The Origin of the US Interstate Highways System
Chronicling the origins of the country’s interstate highway system, the History Channel said that it dates all the way back from the early-1900s after the first World War when car production quadrupled. The ambitious Thomas MacDonald envisioned interconnecting interstate highways across the nation, an idea born out of the experience he had as a child watching farmers’ crops wilt before they were able to sell it due to inefficient transportation.
When he was appointed the chief of the Federal Bureau of Public Roads, he began to design what would become the highway system. He pitched it 20 years later to President Franklin Delano Roosevelt (FDR), who thought that the road building effort would provide employment for Americans in dire need of a job. With FDR’s approval, highway construction began in the east of the Appalachian mountains. From there, MacDonald intended to eventually connect it to those built in the Western Rockies.
His tenure as chief of the Federal Bureau of Public Roads, however, was then cut short when war hero-turned-president Dwight D. Eisenhower appointed MacDonald’s protege Frank Turner as his new successor.
Fortunately, Turner has done justice to this role. A lot of cities have become booming metropolitans thanks to his contribution towards US interstate highways.
However, he was behind schedule. The looming deadline, coupled by his overinflated expenditures, the pressure to finally connect the US interstate highways to the west of the Appalachian mountains was starting to gnaw at him.
His main problem was connecting the highway to the west. He insisted that the direct route of the I-70 has to run through the mountain. For this to work, a tunnel has to be built. Turner is concerned about the safety of those who will be using the highway. After all, a poorly-built tunnel may not be able to withstand the heavy weight of the mountain, endangering the lives of those driving underneath.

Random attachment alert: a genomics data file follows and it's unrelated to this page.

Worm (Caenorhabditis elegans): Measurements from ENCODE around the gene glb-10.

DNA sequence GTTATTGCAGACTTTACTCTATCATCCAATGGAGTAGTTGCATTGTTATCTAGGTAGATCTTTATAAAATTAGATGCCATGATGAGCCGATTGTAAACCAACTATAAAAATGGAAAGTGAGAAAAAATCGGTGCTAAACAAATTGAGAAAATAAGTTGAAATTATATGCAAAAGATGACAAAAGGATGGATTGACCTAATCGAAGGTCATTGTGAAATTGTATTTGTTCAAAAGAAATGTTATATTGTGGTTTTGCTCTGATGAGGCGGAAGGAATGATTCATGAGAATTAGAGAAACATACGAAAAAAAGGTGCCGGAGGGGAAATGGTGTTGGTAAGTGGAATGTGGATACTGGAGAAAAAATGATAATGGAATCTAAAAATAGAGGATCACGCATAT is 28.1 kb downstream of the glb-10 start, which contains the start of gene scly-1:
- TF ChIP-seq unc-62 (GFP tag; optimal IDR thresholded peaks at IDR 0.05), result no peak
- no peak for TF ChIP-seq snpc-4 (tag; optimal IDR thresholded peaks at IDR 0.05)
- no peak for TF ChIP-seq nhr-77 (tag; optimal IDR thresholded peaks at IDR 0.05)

Turner solved this issue by applying the multiple drift technique which lowered the probability of cave-ins and collapse. After his success with road building, Turner retired, and the plan to finish the interstate highway system, as we know it now, was passed on to someone else and was finished by the year 1995.
But while the US Interstate Highways System paved the way for economic development, its very existence is also a conduit for the traffic fatalities we see in our lifetime. The design of the highways does not prioritize the safety of human life, so people need to be careful when trekking these roads or they acquire severe personal injuries.
The Flaws of the US Interstate Highways System
TRIP, a national transportation research nonprofit, has recently found that not only is the interstate system congested, it’s also deteriorating. This puts people at a worsening risk for traffic fatalities, and what the figures found in California are prime examples of the drawbacks of the system. According to the report, California ranks #1 among “congested urban interstate” in a 2021 report by TRIP, a national transportation research nonprofit. 87% of its urban interstates are congested, whereas the national average sits at 47%. It once again ranks #1 in “daily inter state travel per lane mile” at 20,947 against the national average of 14,742.
The study also found that California’s interstate pavement is in poor condition, sitting at 6%, which is double that of the national average. It also is ranked #16 among the list of states with structurally deficient interstate bridges.
The issues of the US interstates are reflected in the traffic congestion and record-high traffic fatalities that are occurring in the city of Los Angeles. Unless significant reform is passed to fix the drawbacks of the US interstate highway system, then a Los Angeles personal injury lawyer should be in every Angeleno’s speed dial.
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